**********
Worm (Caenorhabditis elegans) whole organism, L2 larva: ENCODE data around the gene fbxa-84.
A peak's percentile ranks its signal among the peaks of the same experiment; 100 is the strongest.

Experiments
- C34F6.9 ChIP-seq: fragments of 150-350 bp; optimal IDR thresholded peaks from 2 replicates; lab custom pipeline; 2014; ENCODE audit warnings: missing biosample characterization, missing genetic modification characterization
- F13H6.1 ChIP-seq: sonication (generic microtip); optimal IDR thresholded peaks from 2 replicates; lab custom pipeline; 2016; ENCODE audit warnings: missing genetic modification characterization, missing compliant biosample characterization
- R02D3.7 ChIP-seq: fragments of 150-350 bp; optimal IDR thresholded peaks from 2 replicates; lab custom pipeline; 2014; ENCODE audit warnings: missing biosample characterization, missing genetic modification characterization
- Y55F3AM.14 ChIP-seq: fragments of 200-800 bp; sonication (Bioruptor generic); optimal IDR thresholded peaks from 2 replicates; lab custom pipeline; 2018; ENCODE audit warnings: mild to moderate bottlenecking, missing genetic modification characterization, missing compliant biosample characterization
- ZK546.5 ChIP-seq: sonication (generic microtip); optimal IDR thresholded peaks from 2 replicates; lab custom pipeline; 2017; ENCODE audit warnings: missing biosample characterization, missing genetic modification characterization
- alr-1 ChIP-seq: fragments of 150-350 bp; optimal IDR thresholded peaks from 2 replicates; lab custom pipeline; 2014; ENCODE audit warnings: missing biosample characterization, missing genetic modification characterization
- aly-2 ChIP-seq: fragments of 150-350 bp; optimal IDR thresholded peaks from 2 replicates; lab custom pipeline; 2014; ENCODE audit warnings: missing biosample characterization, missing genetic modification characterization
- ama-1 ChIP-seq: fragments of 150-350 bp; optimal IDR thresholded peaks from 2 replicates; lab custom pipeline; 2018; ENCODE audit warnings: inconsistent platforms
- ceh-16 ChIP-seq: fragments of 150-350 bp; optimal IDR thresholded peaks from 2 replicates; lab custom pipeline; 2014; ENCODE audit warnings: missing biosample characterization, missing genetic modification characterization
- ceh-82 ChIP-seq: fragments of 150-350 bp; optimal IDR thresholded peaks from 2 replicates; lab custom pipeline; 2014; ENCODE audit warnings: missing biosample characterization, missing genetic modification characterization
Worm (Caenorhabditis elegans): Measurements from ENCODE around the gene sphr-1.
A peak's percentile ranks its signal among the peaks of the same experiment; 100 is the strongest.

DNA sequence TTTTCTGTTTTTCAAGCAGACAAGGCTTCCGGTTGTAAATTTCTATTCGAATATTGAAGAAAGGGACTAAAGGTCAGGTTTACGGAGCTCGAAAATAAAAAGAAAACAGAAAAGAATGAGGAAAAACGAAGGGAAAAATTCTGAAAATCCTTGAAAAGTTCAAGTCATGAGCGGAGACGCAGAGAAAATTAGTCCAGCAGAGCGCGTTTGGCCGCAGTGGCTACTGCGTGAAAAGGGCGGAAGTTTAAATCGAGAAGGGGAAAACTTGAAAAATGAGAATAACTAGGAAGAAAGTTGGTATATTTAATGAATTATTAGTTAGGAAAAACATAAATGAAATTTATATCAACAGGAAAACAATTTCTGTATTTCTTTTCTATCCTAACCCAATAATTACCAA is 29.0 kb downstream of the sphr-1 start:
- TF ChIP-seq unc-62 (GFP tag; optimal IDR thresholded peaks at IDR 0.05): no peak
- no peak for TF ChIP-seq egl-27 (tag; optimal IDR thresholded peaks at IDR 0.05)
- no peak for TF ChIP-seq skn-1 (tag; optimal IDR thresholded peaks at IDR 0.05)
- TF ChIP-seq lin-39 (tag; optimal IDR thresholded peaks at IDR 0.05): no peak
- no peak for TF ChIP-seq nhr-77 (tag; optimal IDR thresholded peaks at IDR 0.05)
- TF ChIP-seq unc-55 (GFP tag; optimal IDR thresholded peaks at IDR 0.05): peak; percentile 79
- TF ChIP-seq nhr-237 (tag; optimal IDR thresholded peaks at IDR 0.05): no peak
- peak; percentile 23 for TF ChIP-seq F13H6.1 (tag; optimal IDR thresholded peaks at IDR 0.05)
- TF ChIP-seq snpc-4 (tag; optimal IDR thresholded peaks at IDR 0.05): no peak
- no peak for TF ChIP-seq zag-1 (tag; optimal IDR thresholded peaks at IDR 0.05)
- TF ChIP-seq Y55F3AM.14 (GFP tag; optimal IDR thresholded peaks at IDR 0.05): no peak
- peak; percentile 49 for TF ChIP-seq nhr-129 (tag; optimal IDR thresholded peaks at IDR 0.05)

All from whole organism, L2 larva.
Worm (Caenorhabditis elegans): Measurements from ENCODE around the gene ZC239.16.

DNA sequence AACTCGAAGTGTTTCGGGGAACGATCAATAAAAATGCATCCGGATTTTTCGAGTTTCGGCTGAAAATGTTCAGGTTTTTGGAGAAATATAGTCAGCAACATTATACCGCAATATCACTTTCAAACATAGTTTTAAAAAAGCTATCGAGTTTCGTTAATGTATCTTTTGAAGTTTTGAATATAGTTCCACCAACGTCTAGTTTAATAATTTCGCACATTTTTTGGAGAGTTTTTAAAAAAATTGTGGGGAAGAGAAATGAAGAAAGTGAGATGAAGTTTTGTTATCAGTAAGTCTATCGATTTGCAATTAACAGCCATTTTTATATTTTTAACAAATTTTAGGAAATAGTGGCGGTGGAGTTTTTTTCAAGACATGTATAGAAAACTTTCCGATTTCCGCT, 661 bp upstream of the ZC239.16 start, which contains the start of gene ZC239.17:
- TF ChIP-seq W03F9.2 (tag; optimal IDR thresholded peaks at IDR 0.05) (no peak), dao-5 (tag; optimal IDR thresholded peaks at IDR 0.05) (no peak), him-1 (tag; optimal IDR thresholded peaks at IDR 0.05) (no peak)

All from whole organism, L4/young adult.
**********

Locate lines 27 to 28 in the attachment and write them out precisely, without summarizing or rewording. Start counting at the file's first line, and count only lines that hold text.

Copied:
- TF ChIP-seq Y55F3AM.14 (GFP tag; optimal IDR thresholded peaks at IDR 0.05): no peak
- peak; percentile 49 for TF ChIP-seq nhr-129 (tag; optimal IDR thresholded peaks at IDR 0.05)